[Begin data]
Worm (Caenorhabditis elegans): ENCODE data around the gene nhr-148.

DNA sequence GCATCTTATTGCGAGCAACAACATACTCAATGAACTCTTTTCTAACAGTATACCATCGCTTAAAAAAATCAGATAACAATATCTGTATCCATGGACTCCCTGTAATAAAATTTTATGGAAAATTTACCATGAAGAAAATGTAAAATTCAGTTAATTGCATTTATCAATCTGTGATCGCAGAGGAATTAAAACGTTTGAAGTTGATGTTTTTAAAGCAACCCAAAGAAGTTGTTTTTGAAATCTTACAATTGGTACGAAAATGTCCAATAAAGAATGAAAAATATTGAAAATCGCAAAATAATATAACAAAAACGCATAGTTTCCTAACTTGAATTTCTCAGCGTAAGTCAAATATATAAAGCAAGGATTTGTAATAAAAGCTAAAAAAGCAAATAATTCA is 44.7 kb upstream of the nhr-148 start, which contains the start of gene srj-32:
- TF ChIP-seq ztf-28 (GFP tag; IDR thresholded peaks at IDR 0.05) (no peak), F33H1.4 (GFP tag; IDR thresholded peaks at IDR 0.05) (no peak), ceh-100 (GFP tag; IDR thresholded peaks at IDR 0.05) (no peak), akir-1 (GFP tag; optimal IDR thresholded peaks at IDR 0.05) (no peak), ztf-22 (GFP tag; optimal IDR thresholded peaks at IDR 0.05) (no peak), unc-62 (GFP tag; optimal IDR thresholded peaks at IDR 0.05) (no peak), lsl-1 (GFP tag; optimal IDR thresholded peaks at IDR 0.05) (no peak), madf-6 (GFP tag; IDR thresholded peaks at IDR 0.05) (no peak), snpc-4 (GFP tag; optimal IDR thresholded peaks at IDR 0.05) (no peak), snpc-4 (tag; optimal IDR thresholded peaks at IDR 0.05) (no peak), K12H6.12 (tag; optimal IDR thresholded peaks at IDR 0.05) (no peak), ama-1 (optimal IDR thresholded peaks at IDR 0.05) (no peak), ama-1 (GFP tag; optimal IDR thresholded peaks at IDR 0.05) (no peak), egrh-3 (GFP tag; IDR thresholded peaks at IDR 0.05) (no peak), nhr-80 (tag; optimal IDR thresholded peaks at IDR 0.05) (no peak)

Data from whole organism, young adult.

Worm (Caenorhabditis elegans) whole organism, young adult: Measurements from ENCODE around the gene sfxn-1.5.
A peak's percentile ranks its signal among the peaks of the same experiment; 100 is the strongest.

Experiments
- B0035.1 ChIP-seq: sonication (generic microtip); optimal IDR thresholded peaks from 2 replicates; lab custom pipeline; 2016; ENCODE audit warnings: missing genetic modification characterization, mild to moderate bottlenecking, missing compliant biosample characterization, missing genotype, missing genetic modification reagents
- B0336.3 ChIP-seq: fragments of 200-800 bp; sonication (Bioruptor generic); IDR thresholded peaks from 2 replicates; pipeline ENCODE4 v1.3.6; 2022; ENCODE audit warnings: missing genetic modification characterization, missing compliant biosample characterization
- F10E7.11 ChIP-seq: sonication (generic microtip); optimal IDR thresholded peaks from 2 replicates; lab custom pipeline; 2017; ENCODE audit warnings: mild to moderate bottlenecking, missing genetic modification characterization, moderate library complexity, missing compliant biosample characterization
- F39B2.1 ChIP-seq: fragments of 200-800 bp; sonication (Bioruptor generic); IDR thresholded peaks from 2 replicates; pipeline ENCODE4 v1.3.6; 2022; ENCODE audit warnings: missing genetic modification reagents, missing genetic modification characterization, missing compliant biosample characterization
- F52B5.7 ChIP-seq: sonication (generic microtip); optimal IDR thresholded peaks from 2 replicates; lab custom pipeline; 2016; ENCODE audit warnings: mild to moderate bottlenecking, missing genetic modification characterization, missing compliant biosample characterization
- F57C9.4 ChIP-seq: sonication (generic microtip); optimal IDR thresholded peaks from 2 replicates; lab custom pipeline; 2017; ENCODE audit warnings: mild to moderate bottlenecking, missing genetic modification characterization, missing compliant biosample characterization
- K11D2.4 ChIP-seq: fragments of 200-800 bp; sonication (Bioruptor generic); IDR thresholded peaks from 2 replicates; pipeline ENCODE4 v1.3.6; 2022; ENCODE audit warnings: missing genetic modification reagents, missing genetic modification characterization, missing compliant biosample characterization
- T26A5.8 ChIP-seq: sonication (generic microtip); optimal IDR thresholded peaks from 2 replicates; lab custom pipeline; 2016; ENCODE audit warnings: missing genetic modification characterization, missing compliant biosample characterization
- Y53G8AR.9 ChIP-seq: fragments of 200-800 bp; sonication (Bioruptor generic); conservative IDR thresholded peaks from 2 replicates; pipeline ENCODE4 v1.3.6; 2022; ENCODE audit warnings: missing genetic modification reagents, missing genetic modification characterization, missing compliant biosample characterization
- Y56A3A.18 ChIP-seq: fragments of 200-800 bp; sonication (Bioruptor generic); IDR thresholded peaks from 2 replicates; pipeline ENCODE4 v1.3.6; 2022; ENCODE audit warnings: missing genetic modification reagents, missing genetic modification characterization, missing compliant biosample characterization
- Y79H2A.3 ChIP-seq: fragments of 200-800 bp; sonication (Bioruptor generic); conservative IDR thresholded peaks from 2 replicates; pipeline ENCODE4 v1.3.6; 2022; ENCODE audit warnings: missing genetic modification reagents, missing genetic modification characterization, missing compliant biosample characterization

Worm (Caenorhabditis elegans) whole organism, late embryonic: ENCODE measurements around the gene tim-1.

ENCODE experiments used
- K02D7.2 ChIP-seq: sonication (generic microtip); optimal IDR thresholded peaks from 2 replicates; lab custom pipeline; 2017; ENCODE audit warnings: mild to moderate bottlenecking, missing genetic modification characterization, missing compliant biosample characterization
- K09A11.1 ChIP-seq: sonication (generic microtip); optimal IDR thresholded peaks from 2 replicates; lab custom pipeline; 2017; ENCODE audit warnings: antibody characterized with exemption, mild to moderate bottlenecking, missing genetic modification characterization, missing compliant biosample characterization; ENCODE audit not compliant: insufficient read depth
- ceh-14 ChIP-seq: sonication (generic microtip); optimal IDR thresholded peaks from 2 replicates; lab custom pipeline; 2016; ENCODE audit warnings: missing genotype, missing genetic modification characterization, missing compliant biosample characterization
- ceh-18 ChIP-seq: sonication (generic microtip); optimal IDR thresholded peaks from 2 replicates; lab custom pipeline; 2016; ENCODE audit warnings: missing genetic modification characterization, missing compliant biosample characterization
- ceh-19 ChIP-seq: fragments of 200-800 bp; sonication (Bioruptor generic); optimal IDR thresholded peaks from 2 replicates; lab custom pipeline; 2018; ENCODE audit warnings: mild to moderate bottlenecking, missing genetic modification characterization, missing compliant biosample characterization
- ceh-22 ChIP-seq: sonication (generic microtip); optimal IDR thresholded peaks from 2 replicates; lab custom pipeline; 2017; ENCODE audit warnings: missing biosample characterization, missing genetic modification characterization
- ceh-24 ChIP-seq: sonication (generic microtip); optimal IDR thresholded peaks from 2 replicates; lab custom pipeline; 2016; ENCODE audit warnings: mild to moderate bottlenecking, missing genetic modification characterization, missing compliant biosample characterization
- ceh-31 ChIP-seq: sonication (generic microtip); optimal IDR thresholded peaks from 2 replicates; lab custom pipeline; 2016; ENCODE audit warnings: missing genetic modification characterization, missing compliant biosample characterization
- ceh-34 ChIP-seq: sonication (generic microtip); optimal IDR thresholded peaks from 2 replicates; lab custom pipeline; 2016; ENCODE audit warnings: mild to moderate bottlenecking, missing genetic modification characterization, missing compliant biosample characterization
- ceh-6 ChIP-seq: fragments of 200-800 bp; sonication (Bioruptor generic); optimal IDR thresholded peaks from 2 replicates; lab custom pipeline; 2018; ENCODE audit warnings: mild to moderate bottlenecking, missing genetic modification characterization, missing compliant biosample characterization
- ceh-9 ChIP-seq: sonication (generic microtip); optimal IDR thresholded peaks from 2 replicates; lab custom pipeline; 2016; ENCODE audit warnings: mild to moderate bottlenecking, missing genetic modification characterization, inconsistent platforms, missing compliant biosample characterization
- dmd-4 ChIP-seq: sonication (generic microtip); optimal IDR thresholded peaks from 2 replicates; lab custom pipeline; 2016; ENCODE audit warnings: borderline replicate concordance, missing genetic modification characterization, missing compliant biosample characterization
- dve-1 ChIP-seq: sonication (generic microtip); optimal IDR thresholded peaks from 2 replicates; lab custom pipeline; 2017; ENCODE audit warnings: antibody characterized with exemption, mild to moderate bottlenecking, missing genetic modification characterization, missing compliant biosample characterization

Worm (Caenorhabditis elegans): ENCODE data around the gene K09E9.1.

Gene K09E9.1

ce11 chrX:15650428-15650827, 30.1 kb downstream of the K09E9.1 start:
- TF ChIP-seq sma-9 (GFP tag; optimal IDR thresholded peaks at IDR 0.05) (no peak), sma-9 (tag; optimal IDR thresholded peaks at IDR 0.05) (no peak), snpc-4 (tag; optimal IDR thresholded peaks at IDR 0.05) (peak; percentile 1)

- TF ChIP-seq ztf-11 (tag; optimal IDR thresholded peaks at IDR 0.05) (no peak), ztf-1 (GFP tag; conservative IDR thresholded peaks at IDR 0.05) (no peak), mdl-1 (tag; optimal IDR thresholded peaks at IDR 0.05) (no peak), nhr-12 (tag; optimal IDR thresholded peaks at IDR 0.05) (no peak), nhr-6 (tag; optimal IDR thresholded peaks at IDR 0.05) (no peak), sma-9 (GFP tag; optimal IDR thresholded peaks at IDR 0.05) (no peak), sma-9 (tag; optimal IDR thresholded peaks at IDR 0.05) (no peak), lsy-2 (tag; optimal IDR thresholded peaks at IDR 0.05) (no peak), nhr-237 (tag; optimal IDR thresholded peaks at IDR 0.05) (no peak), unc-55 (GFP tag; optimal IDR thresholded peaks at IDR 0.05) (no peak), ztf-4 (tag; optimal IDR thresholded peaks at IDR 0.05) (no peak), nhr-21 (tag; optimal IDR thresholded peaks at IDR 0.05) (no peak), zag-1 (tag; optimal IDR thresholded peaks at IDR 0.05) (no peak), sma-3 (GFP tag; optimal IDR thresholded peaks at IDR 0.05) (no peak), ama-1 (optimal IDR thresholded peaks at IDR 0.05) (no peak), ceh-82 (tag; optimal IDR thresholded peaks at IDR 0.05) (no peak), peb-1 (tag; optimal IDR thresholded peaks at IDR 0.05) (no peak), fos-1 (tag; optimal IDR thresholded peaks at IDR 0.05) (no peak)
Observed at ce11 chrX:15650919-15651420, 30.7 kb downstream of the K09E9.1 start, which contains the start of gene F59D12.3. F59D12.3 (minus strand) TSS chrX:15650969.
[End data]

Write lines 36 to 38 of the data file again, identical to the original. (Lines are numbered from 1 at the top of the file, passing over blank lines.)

ce11 chrX:15650428-15650827, 30.1 kb downstream of the K09E9.1 start:
- TF ChIP-seq sma-9 (GFP tag; optimal IDR thresholded peaks at IDR 0.05) (no peak), sma-9 (tag; optimal IDR thresholded peaks at IDR 0.05) (no peak), snpc-4 (tag; optimal IDR thresholded peaks at IDR 0.05) (peak; percentile 1)

- TF ChIP-seq ztf-11 (tag; optimal IDR thresholded peaks at IDR 0.05) (no peak), ztf-1 (GFP tag; conservative IDR thresholded peaks at IDR 0.05) (no peak), mdl-1 (tag; optimal IDR thresholded peaks at IDR 0.05) (no peak), nhr-12 (tag; optimal IDR thresholded peaks at IDR 0.05) (no peak), nhr-6 (tag; optimal IDR thresholded peaks at IDR 0.05) (no peak), sma-9 (GFP tag; optimal IDR thresholded peaks at IDR 0.05) (no peak), sma-9 (tag; optimal IDR thresholded peaks at IDR 0.05) (no peak), lsy-2 (tag; optimal IDR thresholded peaks at IDR 0.05) (no peak), nhr-237 (tag; optimal IDR thresholded peaks at IDR 0.05) (no peak), unc-55 (GFP tag; optimal IDR thresholded peaks at IDR 0.05) (no peak), ztf-4 (tag; optimal IDR thresholded peaks at IDR 0.05) (no peak), nhr-21 (tag; optimal IDR thresholded peaks at IDR 0.05) (no peak), zag-1 (tag; optimal IDR thresholded peaks at IDR 0.05) (no peak), sma-3 (GFP tag; optimal IDR thresholded peaks at IDR 0.05) (no peak), ama-1 (optimal IDR thresholded peaks at IDR 0.05) (no peak), ceh-82 (tag; optimal IDR thresholded peaks at IDR 0.05) (no peak), peb-1 (tag; optimal IDR thresholded peaks at IDR 0.05) (no peak), fos-1 (tag; optimal IDR thresholded peaks at IDR 0.05) (no peak)